The idea is for the wealthy litigant to financially exhaust the financially vulnerable party in an attempt to put an end to the litigation not on the basis of its merits but due to a party’s inability to continue funding the cost of litigation.
With the possibility for the undercapitalized plaintiff to access lawsuit funding, the financial exhaustion litigation strategy will be taken out of the equation.
Plaintiff can continue running its business
Another notable benefit for litigation funding is that the plaintiff can use the money it would have otherwise spent on its litigation case to fund its business and working capital.
For example, if a small business was to self-fund a lawsuit costing them $1,000,000 over the next two years, they’ll need to budget $500,000 in capital to fund their litigation per year.
If they are able to secure litigation funding, the third-party litigation funding firm will assume the yearly cost of $500,000 and the plaintiff can keep its own capital and invest it in profitable projects.
In essence, the plaintiff is eliminating their litigation collateral damages of being unable to fund profitable projects as the case is advancing.
With litigation finance, the plaintiff can continue running its business in such a way that the litigation did not exist.
Ability to explore strategic legal avenues
What’s more, when the plaintiff secures legal funding, it will have the ability to exercise strategic legal avenues based on their merits and not cost.
In other words, because the financial hardship is out of the equation, the plaintiff will not pick and choose legal avenues merely on the basis of what it can afford but rather based on what has the best chance of success.
For example, consider that a plaintiff has a $500,000 budget to fund its lawsuit.
Due to the complexity of their case, they may need to perform extensive discovery possibly costing them more than their entire litigation budget.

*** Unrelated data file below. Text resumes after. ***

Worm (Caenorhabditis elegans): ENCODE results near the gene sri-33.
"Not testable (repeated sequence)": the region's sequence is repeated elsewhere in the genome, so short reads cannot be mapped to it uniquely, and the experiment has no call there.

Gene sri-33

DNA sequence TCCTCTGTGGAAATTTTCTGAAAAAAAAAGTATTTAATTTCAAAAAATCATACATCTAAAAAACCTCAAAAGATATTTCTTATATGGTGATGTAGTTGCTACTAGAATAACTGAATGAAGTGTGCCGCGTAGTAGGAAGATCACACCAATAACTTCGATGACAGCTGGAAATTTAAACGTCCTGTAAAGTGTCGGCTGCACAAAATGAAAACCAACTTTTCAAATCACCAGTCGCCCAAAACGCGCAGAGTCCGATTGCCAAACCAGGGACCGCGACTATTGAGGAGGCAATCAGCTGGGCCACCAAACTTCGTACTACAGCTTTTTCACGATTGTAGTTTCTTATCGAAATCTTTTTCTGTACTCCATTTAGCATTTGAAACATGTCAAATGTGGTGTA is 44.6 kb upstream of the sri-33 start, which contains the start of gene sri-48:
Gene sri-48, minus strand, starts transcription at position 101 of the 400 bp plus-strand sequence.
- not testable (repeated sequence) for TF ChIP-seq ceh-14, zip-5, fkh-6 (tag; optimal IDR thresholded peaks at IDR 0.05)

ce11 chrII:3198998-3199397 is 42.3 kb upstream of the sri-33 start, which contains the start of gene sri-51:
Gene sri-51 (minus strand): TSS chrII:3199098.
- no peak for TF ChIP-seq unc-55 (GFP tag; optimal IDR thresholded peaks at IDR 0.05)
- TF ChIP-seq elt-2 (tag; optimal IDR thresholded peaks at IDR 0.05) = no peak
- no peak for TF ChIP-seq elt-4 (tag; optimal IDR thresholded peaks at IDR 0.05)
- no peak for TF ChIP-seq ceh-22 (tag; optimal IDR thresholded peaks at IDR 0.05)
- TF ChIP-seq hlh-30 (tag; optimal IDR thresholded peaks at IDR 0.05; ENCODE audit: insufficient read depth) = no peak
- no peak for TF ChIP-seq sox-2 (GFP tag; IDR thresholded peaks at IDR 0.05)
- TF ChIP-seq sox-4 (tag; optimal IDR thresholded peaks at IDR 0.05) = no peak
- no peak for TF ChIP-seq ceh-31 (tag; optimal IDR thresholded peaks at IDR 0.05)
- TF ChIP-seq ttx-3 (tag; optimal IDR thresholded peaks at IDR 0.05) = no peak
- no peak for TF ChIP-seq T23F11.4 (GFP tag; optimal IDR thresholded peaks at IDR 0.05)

A plaintiff without means will either decide to do parts of the discovery or none at all.
The plaintiff’s decision is based primarily on what it can afford and not necessarily what’s best for its case.
With litigation funding, the plaintiff will not be faced with this dilemma.
They will have the necessary funding to properly explore strategic legal avenues that otherwise would have been too expensive for them.
Types of cases suitable for legal funding
There are certain types of legal cases that are more suitable for litigation funding than others.
In most cases, litigation funding firms will provide lawsuit financing for commercial litigation cases between businesses.
Cases involving insurance companies or against insurance companies can also be quite interesting for funding firms.
Anti-trust litigation, class action, intellectual property rights infringement, patent disputes, unfair competition and breach of contracts are all different types of commercial litigation suitable for litigation funding.
In most cases, litigation funders may not have the appetite to fund family disputes or consumer disputes or other types of disputes.
For the lawsuit financing structure to be worth it to the funding firm, the value of the claim must be substantial.
Many financing firms will not fund a lawsuit where the credible damages fall below $10,000,000.
In other words, you’ll need to be able to demonstrate that you have reasonable chance of success and get an award for monetary damages in excess of $10,000,000.
Another type of litigious matter that can be suitable for litigation funding is where the plaintiff is seeking a monetary award.
If the plaintiff is asking for a non-monteary legal remedy, funders may not be inclined to fund the case.
The litigation funding firms are looking for a return on their investment and typically that return must be in the form of a monetary or cash award for damages.
The litigation funding industry has grown significantly over the past decade and will continue to grow.
More and more jurisdictions are allowing and authorizing third-party funding firms to provide plaintiffs and parties to a case with sufficient funding so they can try their case.
The courts are basing themselves on the principles of access to justice to make way for litigation funding structures.
In this article, we’ve discussed litigation funding and its business model.